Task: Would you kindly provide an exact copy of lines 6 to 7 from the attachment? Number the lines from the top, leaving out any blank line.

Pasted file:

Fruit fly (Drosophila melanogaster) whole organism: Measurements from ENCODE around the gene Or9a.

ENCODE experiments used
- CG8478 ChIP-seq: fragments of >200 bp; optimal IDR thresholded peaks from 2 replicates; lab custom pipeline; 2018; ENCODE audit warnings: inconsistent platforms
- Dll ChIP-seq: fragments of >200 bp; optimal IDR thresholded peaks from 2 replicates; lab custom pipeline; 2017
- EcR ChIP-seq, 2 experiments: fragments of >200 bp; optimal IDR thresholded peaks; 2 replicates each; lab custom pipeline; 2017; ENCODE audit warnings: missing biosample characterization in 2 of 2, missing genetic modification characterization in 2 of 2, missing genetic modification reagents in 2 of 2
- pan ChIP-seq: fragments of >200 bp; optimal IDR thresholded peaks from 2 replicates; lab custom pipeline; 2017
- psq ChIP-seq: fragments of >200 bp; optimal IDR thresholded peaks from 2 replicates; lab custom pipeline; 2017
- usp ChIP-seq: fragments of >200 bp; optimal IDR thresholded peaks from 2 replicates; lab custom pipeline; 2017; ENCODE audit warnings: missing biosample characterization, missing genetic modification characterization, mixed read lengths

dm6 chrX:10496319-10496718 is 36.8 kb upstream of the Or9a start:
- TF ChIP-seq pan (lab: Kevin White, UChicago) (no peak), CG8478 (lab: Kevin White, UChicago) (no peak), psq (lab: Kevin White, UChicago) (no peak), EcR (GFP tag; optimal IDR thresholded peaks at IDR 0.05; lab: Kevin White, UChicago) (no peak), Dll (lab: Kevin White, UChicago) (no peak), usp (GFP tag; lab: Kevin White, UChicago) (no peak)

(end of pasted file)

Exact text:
- pan ChIP-seq: fragments of >200 bp; optimal IDR thresholded peaks from 2 replicates; lab custom pipeline; 2017
- psq ChIP-seq: fragments of >200 bp; optimal IDR thresholded peaks from 2 replicates; lab custom pipeline; 2017